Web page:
Since I've been very neglectful with the posting this week, just thought I'd take a few minutes to weigh in on two of the major TV stories circulating this week, both involving men who've made, um, questionable choices.
The first of these charming gentlemen is reality TV star, tabloid fixture and father of the year Jon Gosselin. Gosselin, as you surely know, was, until recently, the "Jon" in the TLC reality series "Jon & Kate Plus 8." Following his much-publicized divorce from Kate, the show was retooled and, this week, TLC announced it was retitling the series "Kate Plus 8." Shortly after, Jon suddenly decided that it was wrong for his eight children -- 5-year-old sextuplets and 8-year-old twins -- to be televised, and the show has been shut down indefinitely.
So Jon, let me get this straight -- for years, exploiting your children was just fine, but, the minute you're cut out of the fame and money loop it's wrong? Jon claims his decision was the result of an "epiphany." That epiphany being: "Oh my God -- I'm no longer famous! Even worse, my payday is gone! Must...do...something...to get...attention...and...screw over...ex-wife!"
While Jon was practicing his brand of douchebaggery, another, more famous and arguably more respected, TV personality was taking his own plunge into jerkhood. On Thursday night, "Late Night" host David Letterman stunned and confused the audience of his CBS talk show when he followed his usual monologue with a lengthy and bizarre description of a fellow CBS employee's attempt to blackmail him. By now you know all the details: the man, Robert Halderman (a producer for "48 Hours), allegedly threatened to expose that Letterman had sex with female employees, unless Letterman payed Halderman $2 million. Halderman has since been arrested and plead not guilty to the charges facing him. Letterman, meanwhile, used his TV show as a platform to confess to the affairs...sort of. If you can call that a confession.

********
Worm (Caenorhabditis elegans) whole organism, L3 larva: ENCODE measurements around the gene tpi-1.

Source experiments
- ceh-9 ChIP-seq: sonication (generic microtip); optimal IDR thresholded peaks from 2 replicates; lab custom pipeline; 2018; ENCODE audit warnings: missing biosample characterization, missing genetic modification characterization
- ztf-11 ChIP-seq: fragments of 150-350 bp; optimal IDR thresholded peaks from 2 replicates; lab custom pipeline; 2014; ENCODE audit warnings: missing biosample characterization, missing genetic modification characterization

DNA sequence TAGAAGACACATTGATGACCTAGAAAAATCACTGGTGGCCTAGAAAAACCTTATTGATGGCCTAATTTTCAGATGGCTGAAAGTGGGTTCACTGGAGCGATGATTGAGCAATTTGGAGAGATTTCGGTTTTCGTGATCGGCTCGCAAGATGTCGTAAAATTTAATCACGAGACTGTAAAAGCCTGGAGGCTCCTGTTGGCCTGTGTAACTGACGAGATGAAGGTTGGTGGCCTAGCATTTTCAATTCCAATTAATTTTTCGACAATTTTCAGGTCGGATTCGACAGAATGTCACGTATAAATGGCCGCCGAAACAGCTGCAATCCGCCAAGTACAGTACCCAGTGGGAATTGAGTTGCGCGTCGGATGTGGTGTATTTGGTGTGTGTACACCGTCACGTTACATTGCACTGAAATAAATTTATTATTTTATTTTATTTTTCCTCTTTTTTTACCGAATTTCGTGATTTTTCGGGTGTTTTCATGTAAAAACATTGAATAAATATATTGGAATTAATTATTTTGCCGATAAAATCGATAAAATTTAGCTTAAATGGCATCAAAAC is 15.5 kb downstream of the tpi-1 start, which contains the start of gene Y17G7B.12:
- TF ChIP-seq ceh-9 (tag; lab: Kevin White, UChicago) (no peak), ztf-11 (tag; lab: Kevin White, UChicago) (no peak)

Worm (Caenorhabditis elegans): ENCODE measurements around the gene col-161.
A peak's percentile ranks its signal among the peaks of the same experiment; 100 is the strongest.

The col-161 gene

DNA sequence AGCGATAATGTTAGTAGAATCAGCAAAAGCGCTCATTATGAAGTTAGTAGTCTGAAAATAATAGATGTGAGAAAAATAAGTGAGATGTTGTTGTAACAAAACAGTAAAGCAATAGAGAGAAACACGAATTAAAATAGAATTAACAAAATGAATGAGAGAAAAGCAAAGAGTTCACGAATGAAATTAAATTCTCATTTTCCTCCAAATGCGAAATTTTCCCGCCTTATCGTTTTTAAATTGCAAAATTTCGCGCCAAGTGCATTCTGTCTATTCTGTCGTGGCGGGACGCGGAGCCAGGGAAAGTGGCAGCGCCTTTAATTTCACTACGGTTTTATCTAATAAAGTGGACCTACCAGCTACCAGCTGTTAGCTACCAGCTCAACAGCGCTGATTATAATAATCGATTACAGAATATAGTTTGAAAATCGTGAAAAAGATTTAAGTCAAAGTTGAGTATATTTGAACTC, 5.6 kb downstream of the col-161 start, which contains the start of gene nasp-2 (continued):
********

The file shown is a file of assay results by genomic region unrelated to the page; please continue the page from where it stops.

Letterman began, out of nowhere, to talk about finding the blackmail package in his car, slowly leading up to his admission about the sex allegations and his admission that he had slept with women who worked on his show. But Letterman peppered his story with jokes (quipping that, as part of a sting against Haldeman, Letterman paid him the $2 million using one of those giant checks they give golf tournament winners) and his usual folksy mannerisms.
It wasn't the somber confession we've come to expect from public figures who admit to wrongdoing. In fact, the studio audience kept responding with laughter and applause, obviously thinking this was some sort of elaborate comedy bit. You can almost hear the confused fans muttering "Where is he going with this? What's the punchline?"
It was all so strange. Here was Letterman, admitting to something that was, at the very least, unethical and unwise, and treating the whole thing with an alarming degree of levity. Was it fascinating TV? Yes. Did it make me a little nauseous? That's an understatement.
Between this and the Jon debacle I can't help but ask: What is WRONG with our world? Have people no shame? At least Jon's toolish-ness might have a positive effect -- yanking "Plus 8" from the air and inadvertently giving his children some shot at a quasi-normal life. But he's still a jerk. And Letterman, while a talented entertainer, is a jerk as well. He can say that he wants to "protect" the people in his life from scandal following his ordeal, but then, why make jokes? Probably because that's what he does best. Probably because he saw humor as his only way to emerge from this whole thing with something approaching dignity. Has he maintained dignity? I don't think so. What will happen to him? I don't know.
But once again I must ask: What is WRONG with our world?